Israeli Hospitals Bracing for Wave of Hunger-striking Palestinian Prisoners

Some 240 security prisoners taking part in strike, 40 already hospitalized.

Ido Efrati
Ido Efrati
Palestinian prisoners at Israel's Megiddo Prison.
Palestinian prisoners at the Megiddo Prison.Credit: Itzik Ben-Malki
Ido Efrati
Ido Efrati

Hospitals across Israel are preparing to take in a large number of hunger-striking Palestinian prisoners, whose fast entered its second month this week. Some 240 Palestinian administrative detainees are taking part in the hunger strike, demanding to be freed immediately or be put on trial.

Earlier this week 40 hunger strikers were admitted to various hospitals. They are part of a group of 80 that started the hunger strike and were joined by other prisoners.

Aside from demanding their release, the inmates are striking for an end to open-ended administrative detention, which allows Israel to hold people without charge or trial. Over the years, virtually all administrative detainees have been Palestinians.

“We’ve taken in hunger-striking prisoners before but these numbers are unprecedented,” Dr. Yitzhak Berlovich, director-general of Wolfson Medical Center in Holon, said yesterday.

“The treatment is given by mutual consent of both the patients and the doctors, nothing is done by force. The treatment is subject to medical discretion and in irregular cases we’ll obtain legal advice,” he said.

The Prison Service and Health Ministry started preparing for the detainees’ hospitalization already two weeks ago and sent hospital directors instructions on how to deal with prisoners. Due to the large number of hunger strikers the Prison Service and Health Ministry decided to divide them among several hospitals, rather than send them all to the hospitals close to the detention facilities.

“We’ve received detailed instructions from the Health Ministry on how to prepare and what situations to prepare for,” Berlovich said. “Each case is examined individually. They are kept as a separate group, guarded by the Prison Service,” he said.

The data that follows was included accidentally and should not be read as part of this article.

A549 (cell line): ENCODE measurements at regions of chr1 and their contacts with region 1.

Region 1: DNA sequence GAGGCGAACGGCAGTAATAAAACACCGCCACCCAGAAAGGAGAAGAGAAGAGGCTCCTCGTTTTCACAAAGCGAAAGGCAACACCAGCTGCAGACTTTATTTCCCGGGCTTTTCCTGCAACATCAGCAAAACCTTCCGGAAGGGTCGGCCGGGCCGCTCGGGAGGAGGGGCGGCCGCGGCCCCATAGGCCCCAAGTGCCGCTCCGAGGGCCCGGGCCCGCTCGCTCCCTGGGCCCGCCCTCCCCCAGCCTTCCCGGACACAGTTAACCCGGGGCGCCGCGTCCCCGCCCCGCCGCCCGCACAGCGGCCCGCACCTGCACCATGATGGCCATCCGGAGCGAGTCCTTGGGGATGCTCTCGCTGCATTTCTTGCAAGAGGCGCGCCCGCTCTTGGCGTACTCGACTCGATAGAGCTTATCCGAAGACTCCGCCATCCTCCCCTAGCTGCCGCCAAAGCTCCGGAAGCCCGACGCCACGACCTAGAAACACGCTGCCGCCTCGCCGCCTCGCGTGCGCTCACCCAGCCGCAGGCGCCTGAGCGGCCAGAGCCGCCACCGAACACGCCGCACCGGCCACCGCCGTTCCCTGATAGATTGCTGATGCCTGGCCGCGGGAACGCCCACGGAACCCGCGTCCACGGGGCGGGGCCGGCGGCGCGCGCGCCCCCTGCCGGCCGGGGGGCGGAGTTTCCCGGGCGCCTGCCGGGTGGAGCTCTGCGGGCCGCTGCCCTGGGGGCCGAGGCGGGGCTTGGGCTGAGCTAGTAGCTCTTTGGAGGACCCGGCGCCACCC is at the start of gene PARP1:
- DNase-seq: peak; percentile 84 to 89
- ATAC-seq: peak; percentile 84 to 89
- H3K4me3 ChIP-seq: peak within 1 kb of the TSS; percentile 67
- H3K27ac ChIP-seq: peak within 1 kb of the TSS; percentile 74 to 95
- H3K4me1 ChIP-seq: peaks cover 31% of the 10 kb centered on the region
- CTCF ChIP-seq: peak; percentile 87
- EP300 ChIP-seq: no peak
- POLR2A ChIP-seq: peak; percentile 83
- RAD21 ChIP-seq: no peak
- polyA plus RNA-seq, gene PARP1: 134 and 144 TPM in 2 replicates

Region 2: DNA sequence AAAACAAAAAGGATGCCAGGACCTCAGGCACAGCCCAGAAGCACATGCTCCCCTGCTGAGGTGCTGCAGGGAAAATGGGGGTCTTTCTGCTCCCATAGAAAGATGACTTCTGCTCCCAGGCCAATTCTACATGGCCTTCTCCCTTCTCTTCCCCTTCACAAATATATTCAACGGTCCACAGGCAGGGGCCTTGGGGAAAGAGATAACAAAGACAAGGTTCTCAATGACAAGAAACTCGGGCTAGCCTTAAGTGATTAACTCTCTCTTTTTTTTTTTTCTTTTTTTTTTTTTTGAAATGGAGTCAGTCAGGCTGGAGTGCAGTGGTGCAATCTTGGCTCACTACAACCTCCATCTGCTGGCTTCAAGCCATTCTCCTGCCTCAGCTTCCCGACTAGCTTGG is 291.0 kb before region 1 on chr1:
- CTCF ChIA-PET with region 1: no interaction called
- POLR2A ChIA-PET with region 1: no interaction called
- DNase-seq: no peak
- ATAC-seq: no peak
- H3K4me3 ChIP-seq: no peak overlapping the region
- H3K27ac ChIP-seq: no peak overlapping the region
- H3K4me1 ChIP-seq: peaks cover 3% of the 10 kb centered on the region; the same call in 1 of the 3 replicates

A Health Ministry official said hunger strikers must be under medical supervision of the Prison Service from the beginning of the strike. Prisoners classified as medium and high risk must be taken to a hospital on the strike’s 28th day, where it is decided after examination whether to hospitalize them.

Prisoners classified as low risk are examined in a hospital on the 35th day, the official said.

Amani Dayif, of Physicians for Human Rights said “we’ve received reports that the Prison Service has beefed up the watch over the hospitalized hunger strikers, and that they are bound to their beds, which medical ethics forbid. This situation hinders the ability to ensure privacy and medical confidentiality.”

“A hospital’s role in this complex situation is not only to administer medical treatment but to provide a neutral environment that protects the hunger strikers from coercion and pressure. The doctors, hospitals and Medical Association will be tested in their resistance to force-feeding and in protecting their patients’ rights,” she said.

About two weeks ago the Ministerial Committee for Legislation passed a bill enabling to force feed hunger striking prisoners and administering medical treatment against their will. The bill has yet to be passed in the Knesset.

The Israeli human rights group B’Tselem said that as of April, 191 Palestinians were in administrative detention. Overall, Israel is holding more than 5,000 Palestinians over anti-Israel activity.

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